Oromo Protests One Year On: Looking Back; Looking Forward

Minnesota Oromos and allies rally at the Minnesota State Capitol on May 9
Minnesota Oromos and allies rally at the Minnesota State Capitol on May 9, 2014

Oromos and others in the Ethiopian diaspora are on the edge of their seats. Not only are general elections in Ethiopia scheduled for Sunday, but today the UN Committee on the Rights of the Child is reviewing Ethiopia’s human rights record.

Ethiopia under review at the UN

Today, May 22nd, the United Nations’ Committee on the Rights of the Child is reviewing Ethiopia’s human rights record in light of its commitments under the Convention on the Rights of the Child. This treaty describes the civil, political, economic, social, and cultural rights of children. Ethiopia became a party to the Convention in 1991. Ethiopia has undergone three previous reviews with the Committee, and tomorrow’s session will consolidate the country’s fourth and fifth periodic reviews. The Committee’s review has a number of objectives. The Committee will review Ethiopia’s progress on the Committee’s previous recommendations, assess the current state of Ethiopia’s commitments, and–we hope–address some relevant issues civil society organizations like The Advocates for Human Rights and the the International Oromo Youth Association (IOYA) raised in a report to the Committee in July 2014.

Amy Bergquist and IOYA President Amane Badhasso prepare for the closed-door session with the Committee on the Rights of the Child
Amy Bergquist and IOYA President Amane Badhasso prepare for the closed-door session with the Committee on the Rights of the Child

The Advocates and IOYA met with Committee members in Geneva last September to assist them in preparing their list of issues to focus on during tomorrow’s review. The report describes numerous violations of children’s rights in Ethiopia, and it also focuses on ethnic discrimination faced by the Oromo people–the largest ethnic group in Ethiopia. It emphasizes legal provisions that hinder civil society organizations from being able to carry out effective child rights work in Ethiopia. The report also outlines various government violations affecting children, including violations of civil rights and freedoms, family environment, basic health and welfare, and education. The Advocates’ report especially emphasizes the violations carried out by the Ethiopian government against minors in relation to last year’s Oromo student protests. Read on for some initial coverage of how the Committee has been using this report during today’s review.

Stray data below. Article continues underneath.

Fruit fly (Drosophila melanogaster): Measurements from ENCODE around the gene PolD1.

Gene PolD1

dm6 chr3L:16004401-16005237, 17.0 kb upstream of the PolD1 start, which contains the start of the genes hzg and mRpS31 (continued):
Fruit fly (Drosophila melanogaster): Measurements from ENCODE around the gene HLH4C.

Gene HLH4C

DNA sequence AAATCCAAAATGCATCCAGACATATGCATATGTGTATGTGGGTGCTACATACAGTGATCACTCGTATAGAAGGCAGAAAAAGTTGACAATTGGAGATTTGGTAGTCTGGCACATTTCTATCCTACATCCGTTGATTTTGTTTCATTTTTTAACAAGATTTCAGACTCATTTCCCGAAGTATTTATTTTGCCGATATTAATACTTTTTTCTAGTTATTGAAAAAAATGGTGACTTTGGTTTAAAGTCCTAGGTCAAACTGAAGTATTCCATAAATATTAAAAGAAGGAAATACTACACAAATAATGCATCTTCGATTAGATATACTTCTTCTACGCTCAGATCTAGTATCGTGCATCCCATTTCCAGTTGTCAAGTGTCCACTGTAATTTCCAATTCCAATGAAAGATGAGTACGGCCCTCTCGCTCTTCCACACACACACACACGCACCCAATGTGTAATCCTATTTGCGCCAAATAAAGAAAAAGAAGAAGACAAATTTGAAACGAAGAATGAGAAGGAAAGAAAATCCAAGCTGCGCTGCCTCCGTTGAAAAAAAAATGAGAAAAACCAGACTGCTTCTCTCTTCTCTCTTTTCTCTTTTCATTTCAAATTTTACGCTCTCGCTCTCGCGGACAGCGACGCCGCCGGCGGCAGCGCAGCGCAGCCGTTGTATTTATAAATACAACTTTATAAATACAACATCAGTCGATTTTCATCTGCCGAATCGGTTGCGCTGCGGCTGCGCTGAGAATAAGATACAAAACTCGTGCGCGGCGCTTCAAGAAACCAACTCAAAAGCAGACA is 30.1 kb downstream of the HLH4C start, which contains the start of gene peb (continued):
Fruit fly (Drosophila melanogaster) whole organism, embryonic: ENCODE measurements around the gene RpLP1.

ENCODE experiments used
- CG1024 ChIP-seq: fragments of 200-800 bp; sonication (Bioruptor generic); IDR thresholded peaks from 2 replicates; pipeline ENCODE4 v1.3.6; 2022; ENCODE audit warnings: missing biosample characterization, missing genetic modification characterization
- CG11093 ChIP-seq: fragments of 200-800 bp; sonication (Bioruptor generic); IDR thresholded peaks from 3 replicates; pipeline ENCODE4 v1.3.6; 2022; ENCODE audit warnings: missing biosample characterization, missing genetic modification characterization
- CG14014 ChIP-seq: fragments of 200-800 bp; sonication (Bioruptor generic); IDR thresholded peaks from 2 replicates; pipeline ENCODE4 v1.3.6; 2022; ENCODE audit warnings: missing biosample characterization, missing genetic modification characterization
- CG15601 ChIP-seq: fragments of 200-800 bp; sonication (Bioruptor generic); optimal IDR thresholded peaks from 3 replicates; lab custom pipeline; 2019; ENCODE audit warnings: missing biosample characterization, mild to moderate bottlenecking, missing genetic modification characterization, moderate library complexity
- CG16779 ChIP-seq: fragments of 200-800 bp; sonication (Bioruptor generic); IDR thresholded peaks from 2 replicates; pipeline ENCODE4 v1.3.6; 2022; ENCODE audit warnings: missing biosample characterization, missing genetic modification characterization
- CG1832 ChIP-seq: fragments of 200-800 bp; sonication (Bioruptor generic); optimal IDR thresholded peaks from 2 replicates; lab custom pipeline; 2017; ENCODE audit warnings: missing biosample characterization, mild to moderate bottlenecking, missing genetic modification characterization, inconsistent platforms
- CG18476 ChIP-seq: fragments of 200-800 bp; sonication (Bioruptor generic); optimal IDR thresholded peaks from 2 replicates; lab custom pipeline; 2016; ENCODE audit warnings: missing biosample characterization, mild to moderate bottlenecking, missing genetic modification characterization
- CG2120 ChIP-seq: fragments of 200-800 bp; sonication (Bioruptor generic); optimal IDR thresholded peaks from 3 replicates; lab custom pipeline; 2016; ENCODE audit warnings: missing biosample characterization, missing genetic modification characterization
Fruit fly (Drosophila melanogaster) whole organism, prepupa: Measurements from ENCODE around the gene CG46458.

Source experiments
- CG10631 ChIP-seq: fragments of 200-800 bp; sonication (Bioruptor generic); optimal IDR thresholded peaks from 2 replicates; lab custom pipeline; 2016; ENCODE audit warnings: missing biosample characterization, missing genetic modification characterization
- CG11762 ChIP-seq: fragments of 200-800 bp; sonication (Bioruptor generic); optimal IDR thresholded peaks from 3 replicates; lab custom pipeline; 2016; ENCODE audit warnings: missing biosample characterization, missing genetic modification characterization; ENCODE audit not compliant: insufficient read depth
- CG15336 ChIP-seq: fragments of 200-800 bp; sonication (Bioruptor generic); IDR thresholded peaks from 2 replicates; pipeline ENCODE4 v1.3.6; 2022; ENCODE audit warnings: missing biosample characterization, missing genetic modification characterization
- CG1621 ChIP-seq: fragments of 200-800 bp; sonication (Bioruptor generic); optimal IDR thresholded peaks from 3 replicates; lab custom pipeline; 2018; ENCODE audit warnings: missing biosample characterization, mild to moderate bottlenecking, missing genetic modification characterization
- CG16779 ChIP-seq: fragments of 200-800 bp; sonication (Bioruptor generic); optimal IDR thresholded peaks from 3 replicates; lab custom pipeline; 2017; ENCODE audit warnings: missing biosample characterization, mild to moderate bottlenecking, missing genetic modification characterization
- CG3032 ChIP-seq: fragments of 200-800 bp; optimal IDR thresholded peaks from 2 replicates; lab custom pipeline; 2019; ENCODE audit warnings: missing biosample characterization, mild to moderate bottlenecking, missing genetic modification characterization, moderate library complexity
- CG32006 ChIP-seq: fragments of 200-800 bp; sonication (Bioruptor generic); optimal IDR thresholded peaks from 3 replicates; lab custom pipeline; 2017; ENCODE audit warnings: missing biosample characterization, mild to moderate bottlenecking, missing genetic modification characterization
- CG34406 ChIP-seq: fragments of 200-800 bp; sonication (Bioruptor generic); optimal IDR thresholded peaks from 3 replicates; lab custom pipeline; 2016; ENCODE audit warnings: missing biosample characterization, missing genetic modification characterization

What happens at the Committee’s review?

The Committee’s review takes place over two sessions. The first session starts with representatives of the Ethiopian Government presenting a brief overview on the current state of Ethiopia’s commitments under the Convention on the Rights of the Child–typically a brief summary of the State’s report to the Committee and a response to the Committee’s list of specific issues to which Ethiopia was previously asked to reply. Then there is a first round of questions and responses from the government delegation. During the second session, government representatives will have a chance to answer additional questions from the Committee, responding with more detail to address the Committee’s concerns.

The review takes place in Geneva, Switzerland with the first session from 10am–1pm, and the second from 3pm–6pm. The sessions are broadcast on the UN’s live treaty body webcast, and will later be archived and available online.

Quick recap

This morning, the Committee raised concerns about the government’s response to the Oromo student protests in 2014. The Ethiopian delegation’s response was as predictable as it was disappointing. The Ethiopian government said the students were not peaceful but rather were “promoting a terrorist agenda.” The Committee members expressed displeasure with the government’s classification of children as “terrorists,” prompting the Ethiopian Ambassador to the UN Office in Geneva to assert to the Committee that the students were probably “convinced by a totally unacceptable ideology.” The ambassador reserved judgment on whether the rights of students had been violated, but conceded that the delegation had heard the Committee’s concerns.

The Committee raised many other issues highlighted in our report, including sexual assault of students by teachers, FGM, discrimination against children with disabilities, and child domestic workers. For more details about today’s review, follow tweets at @alb68.

In just a few weeks, the Committee will issue its Concluding Observations and Recommendations from today’s review.

Concerns surrounding Ethiopia’s general elections

Ethiopia will also hold its parliamentary elections on Sunday, May 24th. According to Ethiopia’s Fana Broadcasting Corporate, about 36.8 million people have voting cards, and the nation has set up 45,000 polling stations across the country.

Ethiopia’s Prime Minister, Hailemariam Desalegn, who is running for re-election, has never run for the post of prime minister before. He took over leadership of the Ethiopian People’s Revolutionary Democratic Front (EPRDF) after the death of the former Prime Minister, Meles Zenawi. The EPRDF, the current ruling party, has won four consecutive elections in Ethiopia, winning the 2010 elections with 99.6% of the vote. Several opposition groups fear this election will have the same result.